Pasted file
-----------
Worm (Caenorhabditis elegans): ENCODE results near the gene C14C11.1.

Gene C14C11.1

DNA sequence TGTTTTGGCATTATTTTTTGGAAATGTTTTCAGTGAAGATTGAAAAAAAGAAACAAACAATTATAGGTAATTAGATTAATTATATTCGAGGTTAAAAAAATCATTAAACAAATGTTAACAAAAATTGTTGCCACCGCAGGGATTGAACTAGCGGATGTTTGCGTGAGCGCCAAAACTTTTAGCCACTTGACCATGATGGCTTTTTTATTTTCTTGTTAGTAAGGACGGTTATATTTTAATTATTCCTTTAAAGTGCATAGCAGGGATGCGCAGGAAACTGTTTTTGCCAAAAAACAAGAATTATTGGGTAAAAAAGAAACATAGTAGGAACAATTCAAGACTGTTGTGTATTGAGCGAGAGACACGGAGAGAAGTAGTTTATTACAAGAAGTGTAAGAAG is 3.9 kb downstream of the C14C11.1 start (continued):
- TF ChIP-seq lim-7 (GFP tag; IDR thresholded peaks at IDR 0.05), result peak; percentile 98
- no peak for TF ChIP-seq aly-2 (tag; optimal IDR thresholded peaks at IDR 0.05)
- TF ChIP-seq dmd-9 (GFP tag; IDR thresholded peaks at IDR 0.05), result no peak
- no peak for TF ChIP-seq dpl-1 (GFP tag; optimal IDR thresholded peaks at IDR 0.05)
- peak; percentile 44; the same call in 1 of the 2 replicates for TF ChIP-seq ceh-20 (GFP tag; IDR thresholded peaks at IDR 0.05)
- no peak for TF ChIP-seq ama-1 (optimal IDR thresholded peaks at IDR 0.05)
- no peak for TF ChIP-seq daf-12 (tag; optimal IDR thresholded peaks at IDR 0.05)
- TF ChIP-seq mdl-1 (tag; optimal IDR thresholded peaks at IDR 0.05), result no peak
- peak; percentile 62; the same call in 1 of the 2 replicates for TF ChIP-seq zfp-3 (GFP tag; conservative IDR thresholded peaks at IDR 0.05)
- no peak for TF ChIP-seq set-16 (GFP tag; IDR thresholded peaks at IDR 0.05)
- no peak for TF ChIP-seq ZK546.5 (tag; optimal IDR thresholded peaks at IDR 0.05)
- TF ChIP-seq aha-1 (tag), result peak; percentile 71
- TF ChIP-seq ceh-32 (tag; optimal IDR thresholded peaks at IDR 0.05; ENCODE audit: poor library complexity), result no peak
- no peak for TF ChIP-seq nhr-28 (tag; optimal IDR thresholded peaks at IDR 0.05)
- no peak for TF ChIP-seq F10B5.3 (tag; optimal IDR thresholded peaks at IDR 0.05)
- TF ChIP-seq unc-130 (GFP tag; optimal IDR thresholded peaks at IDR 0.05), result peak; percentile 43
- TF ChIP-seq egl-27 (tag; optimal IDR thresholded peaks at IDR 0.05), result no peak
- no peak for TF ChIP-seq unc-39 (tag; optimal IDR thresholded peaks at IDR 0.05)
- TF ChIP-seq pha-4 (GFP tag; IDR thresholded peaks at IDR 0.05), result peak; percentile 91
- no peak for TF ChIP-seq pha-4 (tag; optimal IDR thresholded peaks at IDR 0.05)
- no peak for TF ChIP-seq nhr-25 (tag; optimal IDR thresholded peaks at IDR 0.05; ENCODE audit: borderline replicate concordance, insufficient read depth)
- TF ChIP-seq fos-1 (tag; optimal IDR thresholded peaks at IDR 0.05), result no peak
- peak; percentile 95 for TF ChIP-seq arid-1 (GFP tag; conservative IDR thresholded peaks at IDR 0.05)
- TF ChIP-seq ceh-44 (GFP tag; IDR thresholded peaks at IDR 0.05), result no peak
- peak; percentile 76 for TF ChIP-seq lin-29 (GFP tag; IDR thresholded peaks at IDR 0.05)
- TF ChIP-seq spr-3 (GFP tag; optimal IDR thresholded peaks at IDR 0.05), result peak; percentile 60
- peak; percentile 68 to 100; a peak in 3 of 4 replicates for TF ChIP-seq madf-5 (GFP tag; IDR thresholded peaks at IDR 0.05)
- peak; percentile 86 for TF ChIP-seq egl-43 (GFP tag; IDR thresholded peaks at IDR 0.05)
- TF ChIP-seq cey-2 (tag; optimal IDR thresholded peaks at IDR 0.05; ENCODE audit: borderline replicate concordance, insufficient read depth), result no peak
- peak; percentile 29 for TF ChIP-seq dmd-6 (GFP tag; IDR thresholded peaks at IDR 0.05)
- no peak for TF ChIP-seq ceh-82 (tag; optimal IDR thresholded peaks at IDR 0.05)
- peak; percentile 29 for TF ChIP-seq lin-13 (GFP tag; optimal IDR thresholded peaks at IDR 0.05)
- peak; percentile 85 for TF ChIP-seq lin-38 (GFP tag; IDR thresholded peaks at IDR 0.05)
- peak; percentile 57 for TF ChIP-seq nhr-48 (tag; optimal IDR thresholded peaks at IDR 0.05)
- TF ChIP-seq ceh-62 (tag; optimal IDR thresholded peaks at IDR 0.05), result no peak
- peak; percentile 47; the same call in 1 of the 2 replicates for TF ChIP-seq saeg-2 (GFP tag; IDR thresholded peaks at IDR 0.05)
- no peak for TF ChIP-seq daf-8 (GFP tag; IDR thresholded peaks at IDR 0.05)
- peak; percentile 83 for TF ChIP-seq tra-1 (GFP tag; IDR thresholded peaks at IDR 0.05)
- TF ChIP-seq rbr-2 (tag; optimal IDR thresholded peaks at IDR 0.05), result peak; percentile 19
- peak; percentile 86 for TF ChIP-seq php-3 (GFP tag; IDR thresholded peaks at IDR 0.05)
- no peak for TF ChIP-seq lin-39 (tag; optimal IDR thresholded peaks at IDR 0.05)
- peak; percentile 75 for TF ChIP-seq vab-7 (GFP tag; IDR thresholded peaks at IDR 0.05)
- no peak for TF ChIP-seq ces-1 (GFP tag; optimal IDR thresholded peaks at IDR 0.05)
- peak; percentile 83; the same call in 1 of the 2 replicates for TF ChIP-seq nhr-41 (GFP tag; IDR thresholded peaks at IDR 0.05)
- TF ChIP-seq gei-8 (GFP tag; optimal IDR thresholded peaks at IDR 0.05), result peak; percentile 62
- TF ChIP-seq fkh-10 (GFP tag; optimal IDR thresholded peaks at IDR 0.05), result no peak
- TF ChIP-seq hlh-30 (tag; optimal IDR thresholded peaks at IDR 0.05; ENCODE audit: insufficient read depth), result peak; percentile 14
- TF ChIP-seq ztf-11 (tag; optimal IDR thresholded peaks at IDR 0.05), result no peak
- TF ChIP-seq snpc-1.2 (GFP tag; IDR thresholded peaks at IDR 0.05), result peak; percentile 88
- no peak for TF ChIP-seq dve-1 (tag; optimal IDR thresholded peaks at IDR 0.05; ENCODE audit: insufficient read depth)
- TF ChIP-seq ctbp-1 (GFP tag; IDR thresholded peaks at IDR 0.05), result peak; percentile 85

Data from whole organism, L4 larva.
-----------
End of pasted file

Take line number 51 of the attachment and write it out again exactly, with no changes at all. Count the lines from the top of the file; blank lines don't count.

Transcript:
- TF ChIP-seq ztf-11 (tag; optimal IDR thresholded peaks at IDR 0.05), result no peak